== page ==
Hack Reactor student and Ohio native Andrew Delikat, 25, has dual degrees in economics and East Asian studies from the University of Michigan. After working abroad, Delikat thought about getting a master's degree in computer science. Surveying San Francisco boot camps, Hack Reactor's promise of apprenticeship and computer science theory drew him in.
His friends and parents were skeptical.
"It's quite a lot of money," he said, especially for a school with no accreditation or affiliations. But once they saw the curriculum, caliber of instructors and hiring outcomes, they were pleasantly surprised.
"Once my friends saw that it was a deep dive into data structures and algorithms, they were pretty stoked at how rigorous it was and similar to the undergraduate experience," Delikat said. "They're not training people to become typists and code monkeys. It's excellent. It's everything I had expected."
Omar Restom, founder of the food delivery app Chefler, used Hack Reactor students to prototype his mobile software and website in the lightning pace of one month.
"I think this is the educational model of the future," Restom said. "Folks are getting impractical majors from college and getting into debt. This is accelerated, practical experiential learning."Hack Reactor graduate realizing startup dreams
Fall Hack Reactor graduate Greg Hilkert didn't understand what a political animal he was until he left his home state of Ohio and founded a California startup.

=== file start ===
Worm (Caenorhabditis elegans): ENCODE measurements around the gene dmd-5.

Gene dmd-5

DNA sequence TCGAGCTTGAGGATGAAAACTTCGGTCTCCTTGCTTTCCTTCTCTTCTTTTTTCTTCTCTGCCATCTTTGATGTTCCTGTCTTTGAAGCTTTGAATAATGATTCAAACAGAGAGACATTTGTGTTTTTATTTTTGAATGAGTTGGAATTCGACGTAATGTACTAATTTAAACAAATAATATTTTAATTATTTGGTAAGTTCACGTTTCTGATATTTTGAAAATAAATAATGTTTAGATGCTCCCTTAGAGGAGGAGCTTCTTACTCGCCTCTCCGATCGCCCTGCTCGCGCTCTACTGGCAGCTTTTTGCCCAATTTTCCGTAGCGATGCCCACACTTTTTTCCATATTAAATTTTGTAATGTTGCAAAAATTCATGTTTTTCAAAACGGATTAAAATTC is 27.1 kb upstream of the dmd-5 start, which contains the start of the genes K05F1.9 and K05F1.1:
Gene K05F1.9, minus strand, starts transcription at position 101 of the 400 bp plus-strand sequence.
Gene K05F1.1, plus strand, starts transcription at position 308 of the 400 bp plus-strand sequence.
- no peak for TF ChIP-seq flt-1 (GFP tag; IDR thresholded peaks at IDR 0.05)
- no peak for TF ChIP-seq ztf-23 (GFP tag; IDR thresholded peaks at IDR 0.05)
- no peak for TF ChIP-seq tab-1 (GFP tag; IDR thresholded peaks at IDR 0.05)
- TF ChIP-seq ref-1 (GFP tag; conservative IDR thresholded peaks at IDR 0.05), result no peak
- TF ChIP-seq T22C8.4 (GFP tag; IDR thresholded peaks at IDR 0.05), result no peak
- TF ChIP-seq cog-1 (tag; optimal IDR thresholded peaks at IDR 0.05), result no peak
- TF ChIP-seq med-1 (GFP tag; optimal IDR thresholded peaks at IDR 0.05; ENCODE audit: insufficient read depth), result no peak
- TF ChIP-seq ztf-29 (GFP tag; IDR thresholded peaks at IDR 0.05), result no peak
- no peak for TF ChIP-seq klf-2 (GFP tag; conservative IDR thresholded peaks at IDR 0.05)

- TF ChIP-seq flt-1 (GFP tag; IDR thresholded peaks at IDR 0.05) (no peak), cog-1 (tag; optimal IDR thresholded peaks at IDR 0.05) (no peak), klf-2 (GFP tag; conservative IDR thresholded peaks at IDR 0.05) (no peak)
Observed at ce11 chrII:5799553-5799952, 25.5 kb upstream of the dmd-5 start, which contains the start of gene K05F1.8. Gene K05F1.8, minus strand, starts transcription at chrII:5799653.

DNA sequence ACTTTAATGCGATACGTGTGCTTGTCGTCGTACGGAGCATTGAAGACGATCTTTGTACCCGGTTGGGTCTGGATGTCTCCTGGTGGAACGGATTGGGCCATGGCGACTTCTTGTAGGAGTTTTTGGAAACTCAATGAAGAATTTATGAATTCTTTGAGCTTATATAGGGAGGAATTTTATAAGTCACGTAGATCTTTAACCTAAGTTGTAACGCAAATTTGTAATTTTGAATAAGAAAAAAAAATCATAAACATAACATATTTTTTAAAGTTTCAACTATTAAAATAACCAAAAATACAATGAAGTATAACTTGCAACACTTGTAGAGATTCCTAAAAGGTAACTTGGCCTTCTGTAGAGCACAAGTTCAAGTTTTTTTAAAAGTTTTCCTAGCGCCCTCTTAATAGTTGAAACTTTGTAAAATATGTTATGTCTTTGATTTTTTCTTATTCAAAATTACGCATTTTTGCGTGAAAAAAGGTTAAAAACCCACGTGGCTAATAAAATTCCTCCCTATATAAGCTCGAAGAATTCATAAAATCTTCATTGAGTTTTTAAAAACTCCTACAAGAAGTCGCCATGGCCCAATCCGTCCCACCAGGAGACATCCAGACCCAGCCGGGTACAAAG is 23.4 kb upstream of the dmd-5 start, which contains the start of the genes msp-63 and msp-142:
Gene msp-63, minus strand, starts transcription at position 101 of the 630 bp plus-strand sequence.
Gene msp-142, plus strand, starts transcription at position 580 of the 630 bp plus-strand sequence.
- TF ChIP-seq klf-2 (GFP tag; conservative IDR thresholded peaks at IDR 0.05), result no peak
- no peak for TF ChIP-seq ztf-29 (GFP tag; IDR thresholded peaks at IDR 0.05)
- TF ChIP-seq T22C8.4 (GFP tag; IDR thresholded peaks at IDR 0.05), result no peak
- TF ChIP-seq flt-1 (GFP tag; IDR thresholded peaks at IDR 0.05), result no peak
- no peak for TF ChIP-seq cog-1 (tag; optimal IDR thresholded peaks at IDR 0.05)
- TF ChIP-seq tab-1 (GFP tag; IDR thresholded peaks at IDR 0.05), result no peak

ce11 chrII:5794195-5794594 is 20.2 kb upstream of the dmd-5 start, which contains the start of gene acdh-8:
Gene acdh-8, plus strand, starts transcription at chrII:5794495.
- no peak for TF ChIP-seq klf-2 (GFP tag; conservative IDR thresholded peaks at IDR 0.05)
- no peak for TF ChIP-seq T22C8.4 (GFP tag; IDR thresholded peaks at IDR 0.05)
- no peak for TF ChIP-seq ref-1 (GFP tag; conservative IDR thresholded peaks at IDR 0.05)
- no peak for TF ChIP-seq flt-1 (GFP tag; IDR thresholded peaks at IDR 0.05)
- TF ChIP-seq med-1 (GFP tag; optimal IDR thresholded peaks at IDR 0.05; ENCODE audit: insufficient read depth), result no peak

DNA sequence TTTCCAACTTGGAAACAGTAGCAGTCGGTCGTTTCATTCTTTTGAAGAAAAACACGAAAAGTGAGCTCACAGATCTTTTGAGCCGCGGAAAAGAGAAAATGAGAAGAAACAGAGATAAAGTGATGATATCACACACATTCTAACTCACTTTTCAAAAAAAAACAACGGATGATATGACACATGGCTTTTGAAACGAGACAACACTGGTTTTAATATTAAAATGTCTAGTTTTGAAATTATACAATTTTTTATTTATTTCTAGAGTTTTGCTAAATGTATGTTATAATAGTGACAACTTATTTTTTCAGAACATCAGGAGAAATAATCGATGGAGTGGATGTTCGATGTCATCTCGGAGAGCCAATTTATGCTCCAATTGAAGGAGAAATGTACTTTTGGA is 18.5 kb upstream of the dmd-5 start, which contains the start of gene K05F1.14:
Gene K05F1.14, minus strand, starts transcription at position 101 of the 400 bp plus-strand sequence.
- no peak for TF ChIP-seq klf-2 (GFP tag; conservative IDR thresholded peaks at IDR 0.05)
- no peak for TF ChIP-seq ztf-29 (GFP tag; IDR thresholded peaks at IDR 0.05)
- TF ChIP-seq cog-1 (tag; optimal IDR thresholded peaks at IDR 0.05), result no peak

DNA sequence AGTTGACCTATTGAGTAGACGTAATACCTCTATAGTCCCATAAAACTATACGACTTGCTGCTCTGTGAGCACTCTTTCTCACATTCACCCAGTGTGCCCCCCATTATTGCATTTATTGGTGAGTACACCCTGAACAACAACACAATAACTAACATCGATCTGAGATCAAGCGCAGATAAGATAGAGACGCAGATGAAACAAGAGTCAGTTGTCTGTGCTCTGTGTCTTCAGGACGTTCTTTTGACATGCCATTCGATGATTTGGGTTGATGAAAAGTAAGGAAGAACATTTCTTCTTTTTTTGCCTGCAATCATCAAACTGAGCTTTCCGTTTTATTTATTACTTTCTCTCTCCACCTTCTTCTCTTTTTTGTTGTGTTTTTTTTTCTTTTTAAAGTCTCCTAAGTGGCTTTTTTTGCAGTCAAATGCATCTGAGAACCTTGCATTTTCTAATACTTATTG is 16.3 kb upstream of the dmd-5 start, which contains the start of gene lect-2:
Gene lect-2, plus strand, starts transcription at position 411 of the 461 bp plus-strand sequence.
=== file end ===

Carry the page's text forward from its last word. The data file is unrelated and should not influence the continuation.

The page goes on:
With the Golden State solidly Democratic, the former University of Akron mechanical engineering major almost missed the saturation bombing of political ads on TV and radio back home. So after seven weeks of theory and exercises at Hack Reactor, Hilkert designed a personal project motivated by his fears about where we're going as a country.
Hilkert and his peers built the prototype for Tilden — a website and app that sucks up vast amounts of political information such as campaign finance reports, important votes, congressional speeches, etc. — and presents it in a digestible format for a mainstream audience. After two weeks of coding, Tilden became a Hack Reactor group project and went live in September.
"I figured if I could do something that would allow political information to be used by anybody, or make it more easily accessible, then it might spark a conversation about a topic," Hilkert said. "I don't care what direction it goes in, but the more people talk about it the better informed we all are, the better off we'll be in the country."
Look up Rep. John Boehner and you get a clean, well-organized page with contact info, basic information, leadership positions, human campaign donors, and more. The site allows users to compare members of Congress, analyze pending legislation, and generally explore the influence of money upon the U.S. political system.
Pulling 13- and 14-hour days at Hack Reactor paid off, he said.
"I had the ability to take three months of my life and not have a life while I was doing this," he said. "It turned out to be one of the best decisions I've ever made."